In March 2018, the Facebook page “Historical Pictures” shared the following meme (archived here), purportedly a screenshot of a Facebook post in which a woman named Emily Noel mistakes discarded drill bits for bullets:
Underneath a photograph of what is clearly four drill bits, a poster named “Emily Noel” wrote:
Was At the gas station and found these bullets on the ground so I took them home. did some researchand found out they’re from an automatic assault rifle. Really?! People make me sick. How are you just gonna let these kinds of things lie around Smdh!
Whoever created it ensured that it appeared that the original author was not joking, but instead entirely ignorant about firearms and ammunition (implicitly a characteristic conferred by the post upon proponents of gun control in general.)
The “Emily Noel” drill bits/bullets meme was not new in 2017 or 2018, either. Versions of it circulated as far back as 2015, as evidenced by a post on thefirearmsforum.com. In that iteration, the original poster was purportedly “Petty Crocker.”
Not far into the thread, a user explained that they located the original post — and that it appeared to have been intended as a joke or satire:
A 3 minute search of facebook found a account under petty crocker ( actually many ). and reading the posts, petty is ( donald ) and a guy, and he posted that as fun. As a matter of fact someone spoofed it with real bullets and posted that they found dewalt screwdriver bits laying around.
for anyone that wants to read the 102 (laughing their buts off ) comments to the original post, it is from october 8th user: petty crocker ( the one with no profile picture )
I thought this felt like a joke and not real..
Not sure where the ‘womens shooting network’ came in, because that does not appear on the ORIGINAL facebook post. So spoof on top of a joke….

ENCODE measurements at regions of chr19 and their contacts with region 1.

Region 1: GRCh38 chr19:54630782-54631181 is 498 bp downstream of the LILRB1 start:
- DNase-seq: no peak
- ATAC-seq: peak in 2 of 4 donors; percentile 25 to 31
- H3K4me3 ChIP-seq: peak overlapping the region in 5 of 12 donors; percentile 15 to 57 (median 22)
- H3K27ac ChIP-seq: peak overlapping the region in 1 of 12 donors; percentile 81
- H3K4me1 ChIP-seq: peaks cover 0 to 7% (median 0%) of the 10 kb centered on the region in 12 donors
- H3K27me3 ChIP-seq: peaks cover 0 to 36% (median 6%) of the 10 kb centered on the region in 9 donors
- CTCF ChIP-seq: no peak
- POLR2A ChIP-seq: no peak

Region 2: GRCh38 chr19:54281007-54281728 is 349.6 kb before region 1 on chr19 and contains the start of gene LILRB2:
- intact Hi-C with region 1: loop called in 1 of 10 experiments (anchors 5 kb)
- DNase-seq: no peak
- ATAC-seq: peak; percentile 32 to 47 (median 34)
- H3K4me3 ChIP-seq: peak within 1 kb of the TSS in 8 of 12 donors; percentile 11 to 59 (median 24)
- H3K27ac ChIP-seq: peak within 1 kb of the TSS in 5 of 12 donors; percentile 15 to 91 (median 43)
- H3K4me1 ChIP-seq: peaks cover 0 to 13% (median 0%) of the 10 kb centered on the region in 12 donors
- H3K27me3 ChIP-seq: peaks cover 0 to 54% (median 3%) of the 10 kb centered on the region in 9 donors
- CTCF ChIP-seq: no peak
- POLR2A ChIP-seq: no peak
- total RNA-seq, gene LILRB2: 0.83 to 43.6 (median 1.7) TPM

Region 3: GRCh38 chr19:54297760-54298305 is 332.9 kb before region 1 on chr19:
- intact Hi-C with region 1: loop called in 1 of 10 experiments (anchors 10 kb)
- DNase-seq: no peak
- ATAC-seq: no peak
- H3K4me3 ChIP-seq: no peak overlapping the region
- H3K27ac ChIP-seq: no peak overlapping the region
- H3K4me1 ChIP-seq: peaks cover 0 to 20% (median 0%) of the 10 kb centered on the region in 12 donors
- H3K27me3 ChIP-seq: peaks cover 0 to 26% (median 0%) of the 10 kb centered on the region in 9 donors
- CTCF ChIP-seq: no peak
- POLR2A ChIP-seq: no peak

Another post by ThePoliticalInsider.com blog from October 2015 eventually admitted the original post was likely satire, but still framed the post overall as characteristic of anti-gun positions:
The “Petty Crocker” girl is now acting like it was a big joke, but I’m not so sure.
Each time the updated version attributing the claim to an “Emily Noel” circulated, an actual Facebook user with the same, very common name received angry and threatening messages. In March 2018, she shared screenshots of a handful of messages in her inbox, adding:
Shout out to all of the random, ignorant individuals out there that choose to spend their free time trolling the internet and bullying people. Several of you have already heard my story about the “bullet/drill bit” post that went viral on Facebook almost 3 years ago — posted by another Emily Noel — who I am now getting 100s of messages on behalf of (to this day, damn!! Super viral!) because I’m being mistaken for her online. It never ceases to amaze me how cruel people can be when they feel safe hiding behind virtual walls. I’m particularly amused by Robert the Chihuahua here, who wrote to let me know that I’m a “Dumasscrat”… good lord.
And in January 2019, she posted again about unending inbox threats:
Round 3… let’s do this again.
For all of the random people that keep looking up my profile, sending me messages, & trying to friend me. I don’t have time to block all 300 of you and I also don’t feel that I should need to change my name on Facebook.
No, I am NOT the Emily Noel that posted the now viral ‘bullets’ post 3+ years ago. It’s amazing to me that something so stupid can go re-viral so many times, and also amazing how many ignorant people are out there that choose to spend their time trolling someone they don’t know (and the wrong person, on top of that).
Can ya’ll get a life and go do something productive with your time. Or if you’d like, I can keep putting your ridiculous posts on blast. Thanks 😂
When the original drill bits/bullets post first appeared in or around 2015, those sharing it reluctantly admitted the likely satirical nature of the post. Despite not lining up with the original attribution, at least one “Emily Noel” on Facebook has continued for years to receive hate mail and threats over what was almost certainly a joke authored by someone wishing to mock supporters of gun control.